The American Association for the Advancement of Science (AAAS) publishes a refereed journal called “Science”, in which new findings are publicized, duplicated, debated, and verified. Issue 6024 of volume 331, dated 25 March 2011, has some very interesting items. The 1 April 2011 issue (volume 332, issue 6025) has more confirmation of my articles, and more details than anything I have seen (so far) in the public media about the nuclear disaster in Japan.
Relative to “Oil Prices, Recessions, and the War” dated 4 February 2011:
In issue 6024 on page 1510 is a “News Focus” article “Peak Oil Production May Already Be Here”. The “Science” article has a plot of actual production history data which verifies that non-OPEC oil production has already peaked. Closer inspection of the same plot reveals that OPEC oil production is peaking, or has just about peaked.
The article also makes the point that “unconventional oil” (such as the Alberta tar sands), cannot make up the difference between energy demand and a peaking conventional oil supply. These are all points I made in the “exrocketman” article.
It feels very nice to be verified by items published in a refereed scientific journal.
Relative to Pre-Clovis Hunters in Texas on “exrocketman” dated 9 April 2011:
In issue 6024 on page 1512 is a “News Focus” article about the Buttermilk Creek archeological site, in Texas. The actual technical report on those findings is on page 1599 of the same issue. The scientific debate and verification now begins, but it looks like they have made a pretty good case for people in Texas long before the Clovis hunters.
The institutions making up this team include Texas A&M, Baylor University, and the University of Minnesota. We can be very proud of these institutions (especially our two local ones).
It’s mighty nice to see “local folk” make good.
Relative to 3 articles on “exrocketman” about the Japan nuclear plant disaster:
In issue 6024 on pages 1504-1507 are three “News Focus” articles about the Japanese nuclear plant disaster and associated cleanup difficulties.
Issue 6025 on pages 24-25 has a News Analysis article that has more confirmation of my articles, and more details than anything I have seen (so far) in the public media.
These are also closely related to three articles of mine on “exrocketman”: “On the Nuclear Crisis in Japan 3-15-11, “Follow-Up on the Japan Nuclear Crisis” 3-17-11, and “Radiation and Humans” 3-24-11.
These “Science” articles confirm what I have been saying on “exrocketman”: that comparisons to the Chernobyl disaster are overblown. There is no credible risk in the US no matter what happens in Japan, or what tiny amounts of radiation might be detected over here. The risks in Japan are only serious within a few miles of the plant.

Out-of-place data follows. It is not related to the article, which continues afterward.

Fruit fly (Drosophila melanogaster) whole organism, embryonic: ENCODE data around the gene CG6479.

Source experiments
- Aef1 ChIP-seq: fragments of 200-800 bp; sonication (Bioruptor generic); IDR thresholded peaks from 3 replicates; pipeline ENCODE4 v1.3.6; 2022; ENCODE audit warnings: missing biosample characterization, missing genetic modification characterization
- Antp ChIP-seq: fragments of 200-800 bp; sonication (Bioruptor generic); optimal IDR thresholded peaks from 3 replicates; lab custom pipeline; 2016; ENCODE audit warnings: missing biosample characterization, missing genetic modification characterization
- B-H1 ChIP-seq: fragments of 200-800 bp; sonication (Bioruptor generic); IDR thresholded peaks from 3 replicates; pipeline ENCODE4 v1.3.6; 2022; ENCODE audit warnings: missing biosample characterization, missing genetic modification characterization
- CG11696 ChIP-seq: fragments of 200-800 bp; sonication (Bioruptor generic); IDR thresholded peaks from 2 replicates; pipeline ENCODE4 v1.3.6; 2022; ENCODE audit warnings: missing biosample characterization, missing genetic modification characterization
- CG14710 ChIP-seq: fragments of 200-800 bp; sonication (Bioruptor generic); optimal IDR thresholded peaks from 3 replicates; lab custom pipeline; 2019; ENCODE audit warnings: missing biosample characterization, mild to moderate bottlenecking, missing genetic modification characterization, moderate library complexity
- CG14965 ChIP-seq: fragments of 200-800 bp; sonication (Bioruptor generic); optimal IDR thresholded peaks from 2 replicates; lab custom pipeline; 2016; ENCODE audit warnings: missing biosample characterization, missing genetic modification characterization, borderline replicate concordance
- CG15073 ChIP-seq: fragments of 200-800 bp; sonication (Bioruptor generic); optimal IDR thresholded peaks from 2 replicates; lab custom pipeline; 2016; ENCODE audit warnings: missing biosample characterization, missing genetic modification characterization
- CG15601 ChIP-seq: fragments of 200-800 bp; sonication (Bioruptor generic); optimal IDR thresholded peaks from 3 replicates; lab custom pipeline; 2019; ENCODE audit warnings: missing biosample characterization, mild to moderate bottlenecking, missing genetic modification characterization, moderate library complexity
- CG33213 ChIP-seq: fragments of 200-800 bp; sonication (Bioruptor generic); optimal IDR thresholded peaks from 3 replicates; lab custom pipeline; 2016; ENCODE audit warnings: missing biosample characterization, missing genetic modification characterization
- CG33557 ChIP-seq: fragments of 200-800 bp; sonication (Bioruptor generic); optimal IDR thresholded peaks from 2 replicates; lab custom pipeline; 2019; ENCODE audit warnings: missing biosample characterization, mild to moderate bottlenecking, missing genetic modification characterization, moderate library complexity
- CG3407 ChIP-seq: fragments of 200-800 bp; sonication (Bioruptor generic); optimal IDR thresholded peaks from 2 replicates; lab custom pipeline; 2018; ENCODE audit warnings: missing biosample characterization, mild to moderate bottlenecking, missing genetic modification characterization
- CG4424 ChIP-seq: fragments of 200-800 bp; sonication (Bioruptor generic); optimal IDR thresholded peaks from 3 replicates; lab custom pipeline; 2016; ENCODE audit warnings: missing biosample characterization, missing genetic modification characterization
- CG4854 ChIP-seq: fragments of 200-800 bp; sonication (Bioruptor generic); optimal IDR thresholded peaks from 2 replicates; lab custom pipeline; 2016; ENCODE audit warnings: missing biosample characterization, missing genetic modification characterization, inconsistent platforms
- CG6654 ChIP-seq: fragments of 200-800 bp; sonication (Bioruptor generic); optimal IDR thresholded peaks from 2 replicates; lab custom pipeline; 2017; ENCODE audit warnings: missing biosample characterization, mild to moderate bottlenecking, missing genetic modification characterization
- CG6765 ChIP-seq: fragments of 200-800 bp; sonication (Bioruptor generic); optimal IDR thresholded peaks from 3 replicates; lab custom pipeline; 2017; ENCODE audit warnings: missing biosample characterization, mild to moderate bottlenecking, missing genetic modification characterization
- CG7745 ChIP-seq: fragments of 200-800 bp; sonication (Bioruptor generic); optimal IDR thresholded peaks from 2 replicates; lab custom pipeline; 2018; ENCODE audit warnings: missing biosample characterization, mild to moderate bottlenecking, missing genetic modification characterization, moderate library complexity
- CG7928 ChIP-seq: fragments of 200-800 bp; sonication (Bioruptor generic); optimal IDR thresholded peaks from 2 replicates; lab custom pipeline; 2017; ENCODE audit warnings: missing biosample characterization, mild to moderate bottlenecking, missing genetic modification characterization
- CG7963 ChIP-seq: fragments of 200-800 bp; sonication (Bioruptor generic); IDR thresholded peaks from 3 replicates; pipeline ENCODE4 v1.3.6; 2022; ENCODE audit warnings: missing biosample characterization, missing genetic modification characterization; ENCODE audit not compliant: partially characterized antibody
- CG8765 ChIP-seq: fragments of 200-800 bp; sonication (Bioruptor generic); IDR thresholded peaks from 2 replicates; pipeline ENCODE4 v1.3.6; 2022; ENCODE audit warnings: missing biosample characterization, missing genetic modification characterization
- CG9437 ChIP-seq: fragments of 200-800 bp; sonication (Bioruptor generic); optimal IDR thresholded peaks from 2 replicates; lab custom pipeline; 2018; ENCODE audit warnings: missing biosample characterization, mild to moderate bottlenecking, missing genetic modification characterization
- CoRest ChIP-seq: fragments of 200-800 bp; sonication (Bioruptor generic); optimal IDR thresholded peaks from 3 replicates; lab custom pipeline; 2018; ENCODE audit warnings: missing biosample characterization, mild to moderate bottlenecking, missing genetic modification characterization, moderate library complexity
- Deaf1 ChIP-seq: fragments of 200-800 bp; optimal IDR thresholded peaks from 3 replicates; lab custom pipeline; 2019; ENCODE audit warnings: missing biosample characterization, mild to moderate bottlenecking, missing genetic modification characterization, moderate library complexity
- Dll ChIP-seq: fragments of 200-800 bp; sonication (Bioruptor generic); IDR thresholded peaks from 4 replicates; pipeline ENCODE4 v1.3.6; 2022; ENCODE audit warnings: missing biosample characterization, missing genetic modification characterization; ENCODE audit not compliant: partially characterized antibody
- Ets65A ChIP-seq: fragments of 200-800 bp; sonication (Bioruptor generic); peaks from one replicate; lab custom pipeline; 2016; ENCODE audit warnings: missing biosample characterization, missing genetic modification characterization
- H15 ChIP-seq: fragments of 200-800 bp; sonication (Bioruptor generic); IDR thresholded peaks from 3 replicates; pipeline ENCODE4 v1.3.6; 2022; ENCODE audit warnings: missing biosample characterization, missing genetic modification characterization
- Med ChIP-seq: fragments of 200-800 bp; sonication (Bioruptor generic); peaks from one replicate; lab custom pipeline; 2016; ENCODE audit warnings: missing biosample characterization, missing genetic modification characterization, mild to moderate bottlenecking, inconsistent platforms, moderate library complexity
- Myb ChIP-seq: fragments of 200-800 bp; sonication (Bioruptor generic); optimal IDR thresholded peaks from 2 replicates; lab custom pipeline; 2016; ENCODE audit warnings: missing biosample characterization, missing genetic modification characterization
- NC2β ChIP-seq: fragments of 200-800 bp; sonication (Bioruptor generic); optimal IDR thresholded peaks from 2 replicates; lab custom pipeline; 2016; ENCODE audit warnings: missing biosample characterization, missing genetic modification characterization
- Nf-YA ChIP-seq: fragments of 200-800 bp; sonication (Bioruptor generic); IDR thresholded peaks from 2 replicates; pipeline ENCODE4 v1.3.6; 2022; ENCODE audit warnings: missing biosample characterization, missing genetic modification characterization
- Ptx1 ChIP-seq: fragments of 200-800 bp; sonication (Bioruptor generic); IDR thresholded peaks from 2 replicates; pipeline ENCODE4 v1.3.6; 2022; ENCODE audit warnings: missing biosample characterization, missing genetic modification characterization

The Fukushima Daiichi plant has 6 reactor units, as has been widely reported. It has 7 spent fuel rod pools, one for each reactor unit, and 1 more for the entire plant, which has not been widely reported. None of these spent fuel rod pools had any sort of reactor-like containment, in spite of containing quantities of spent fuel rod assemblies resembling reactor cores. These pools were housed in buildings of ordinary construction that were destroyed by the tsunami, as was all the electrical and cooling water infrastructure for the entire plant.
According to this latest article, it is the spent fuel rod pool for unit 4 that seems to be the true problem, radiologically. The core meltdowns reported earlier seem to have little to do with the spread of radiation beyond the plant. Apparently, this pool went dry and its load of zirconium alloy fuel rod casings overheated and caught fire in the air. The article even mentions “aerosolization” of fuel materials and fission products from burning fuel rod assemblies, exactly as I wrote.
According to the articles, the long half-life and rather dangerous cesium-137 contamination found within a few miles of the plant has to be coming from the unit 4 spent fuel rod pool, because it has to come from older (spent) fuel. The very short (8-day) half-life iodine-131 contamination found as far away as Tokyo’s water supply is far less a threat, and cannot be coming from fuel rod pool 4. The article suggests reactor unit 3 as a possible source.
Finally, the article discusses upgraded design criteria for earthquake and tsunami risks, exactly as I advocated in my third article. This is the first time I have seen this issue raised in any public news forum. It is long overdue, of course. But, at least someone is beginning to look.
Once again, it is nice to be verified by data published in a refereed journal.
This may be a blog, but I always try to tell the truth. To the very best of my ability, I do!